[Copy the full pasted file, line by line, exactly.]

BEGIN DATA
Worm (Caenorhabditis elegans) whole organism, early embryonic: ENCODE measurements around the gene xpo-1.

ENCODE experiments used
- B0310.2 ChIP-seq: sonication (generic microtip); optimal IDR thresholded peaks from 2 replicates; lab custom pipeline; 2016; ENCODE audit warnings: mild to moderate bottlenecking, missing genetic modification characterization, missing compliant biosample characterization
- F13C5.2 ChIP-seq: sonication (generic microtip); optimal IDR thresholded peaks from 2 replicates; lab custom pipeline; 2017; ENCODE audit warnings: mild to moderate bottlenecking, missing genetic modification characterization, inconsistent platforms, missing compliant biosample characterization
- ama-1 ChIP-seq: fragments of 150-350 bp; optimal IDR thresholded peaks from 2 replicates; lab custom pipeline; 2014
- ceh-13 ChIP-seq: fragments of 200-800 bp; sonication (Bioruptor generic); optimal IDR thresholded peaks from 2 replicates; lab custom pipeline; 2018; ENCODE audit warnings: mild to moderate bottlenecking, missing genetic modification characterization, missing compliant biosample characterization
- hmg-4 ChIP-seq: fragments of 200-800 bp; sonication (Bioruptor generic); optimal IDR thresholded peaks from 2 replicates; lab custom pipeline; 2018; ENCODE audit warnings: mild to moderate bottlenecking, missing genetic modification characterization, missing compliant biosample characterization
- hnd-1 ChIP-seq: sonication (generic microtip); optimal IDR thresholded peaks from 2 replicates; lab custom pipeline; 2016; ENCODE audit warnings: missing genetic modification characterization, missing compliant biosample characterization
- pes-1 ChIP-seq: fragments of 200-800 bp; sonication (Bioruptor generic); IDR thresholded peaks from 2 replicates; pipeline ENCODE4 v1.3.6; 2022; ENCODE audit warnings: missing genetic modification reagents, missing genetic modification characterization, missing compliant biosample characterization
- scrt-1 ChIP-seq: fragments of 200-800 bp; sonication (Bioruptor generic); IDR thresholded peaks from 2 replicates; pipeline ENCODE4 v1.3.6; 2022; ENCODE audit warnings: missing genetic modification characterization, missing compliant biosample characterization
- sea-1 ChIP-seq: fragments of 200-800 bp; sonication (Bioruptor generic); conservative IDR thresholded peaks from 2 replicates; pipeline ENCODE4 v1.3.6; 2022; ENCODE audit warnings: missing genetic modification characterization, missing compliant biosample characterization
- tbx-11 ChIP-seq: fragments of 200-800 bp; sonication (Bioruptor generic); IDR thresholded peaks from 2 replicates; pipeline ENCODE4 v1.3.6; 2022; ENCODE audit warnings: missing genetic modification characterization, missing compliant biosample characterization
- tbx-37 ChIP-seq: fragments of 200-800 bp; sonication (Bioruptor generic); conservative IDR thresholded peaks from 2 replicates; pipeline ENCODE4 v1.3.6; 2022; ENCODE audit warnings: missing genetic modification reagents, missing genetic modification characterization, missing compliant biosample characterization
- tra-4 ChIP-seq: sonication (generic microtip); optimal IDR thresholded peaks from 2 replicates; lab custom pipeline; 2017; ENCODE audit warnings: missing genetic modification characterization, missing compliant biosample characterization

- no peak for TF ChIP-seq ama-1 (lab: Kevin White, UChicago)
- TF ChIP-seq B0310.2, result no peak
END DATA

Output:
Worm (Caenorhabditis elegans) whole organism, early embryonic: ENCODE measurements around the gene xpo-1.

ENCODE experiments used
- B0310.2 ChIP-seq: sonication (generic microtip); optimal IDR thresholded peaks from 2 replicates; lab custom pipeline; 2016; ENCODE audit warnings: mild to moderate bottlenecking, missing genetic modification characterization, missing compliant biosample characterization
- F13C5.2 ChIP-seq: sonication (generic microtip); optimal IDR thresholded peaks from 2 replicates; lab custom pipeline; 2017; ENCODE audit warnings: mild to moderate bottlenecking, missing genetic modification characterization, inconsistent platforms, missing compliant biosample characterization
- ama-1 ChIP-seq: fragments of 150-350 bp; optimal IDR thresholded peaks from 2 replicates; lab custom pipeline; 2014
- ceh-13 ChIP-seq: fragments of 200-800 bp; sonication (Bioruptor generic); optimal IDR thresholded peaks from 2 replicates; lab custom pipeline; 2018; ENCODE audit warnings: mild to moderate bottlenecking, missing genetic modification characterization, missing compliant biosample characterization
- hmg-4 ChIP-seq: fragments of 200-800 bp; sonication (Bioruptor generic); optimal IDR thresholded peaks from 2 replicates; lab custom pipeline; 2018; ENCODE audit warnings: mild to moderate bottlenecking, missing genetic modification characterization, missing compliant biosample characterization
- hnd-1 ChIP-seq: sonication (generic microtip); optimal IDR thresholded peaks from 2 replicates; lab custom pipeline; 2016; ENCODE audit warnings: missing genetic modification characterization, missing compliant biosample characterization
- pes-1 ChIP-seq: fragments of 200-800 bp; sonication (Bioruptor generic); IDR thresholded peaks from 2 replicates; pipeline ENCODE4 v1.3.6; 2022; ENCODE audit warnings: missing genetic modification reagents, missing genetic modification characterization, missing compliant biosample characterization
- scrt-1 ChIP-seq: fragments of 200-800 bp; sonication (Bioruptor generic); IDR thresholded peaks from 2 replicates; pipeline ENCODE4 v1.3.6; 2022; ENCODE audit warnings: missing genetic modification characterization, missing compliant biosample characterization
- sea-1 ChIP-seq: fragments of 200-800 bp; sonication (Bioruptor generic); conservative IDR thresholded peaks from 2 replicates; pipeline ENCODE4 v1.3.6; 2022; ENCODE audit warnings: missing genetic modification characterization, missing compliant biosample characterization
- tbx-11 ChIP-seq: fragments of 200-800 bp; sonication (Bioruptor generic); IDR thresholded peaks from 2 replicates; pipeline ENCODE4 v1.3.6; 2022; ENCODE audit warnings: missing genetic modification characterization, missing compliant biosample characterization
- tbx-37 ChIP-seq: fragments of 200-800 bp; sonication (Bioruptor generic); conservative IDR thresholded peaks from 2 replicates; pipeline ENCODE4 v1.3.6; 2022; ENCODE audit warnings: missing genetic modification reagents, missing genetic modification characterization, missing compliant biosample characterization
- tra-4 ChIP-seq: sonication (generic microtip); optimal IDR thresholded peaks from 2 replicates; lab custom pipeline; 2017; ENCODE audit warnings: missing genetic modification characterization, missing compliant biosample characterization

- no peak for TF ChIP-seq ama-1 (lab: Kevin White, UChicago)
- TF ChIP-seq B0310.2, result no peak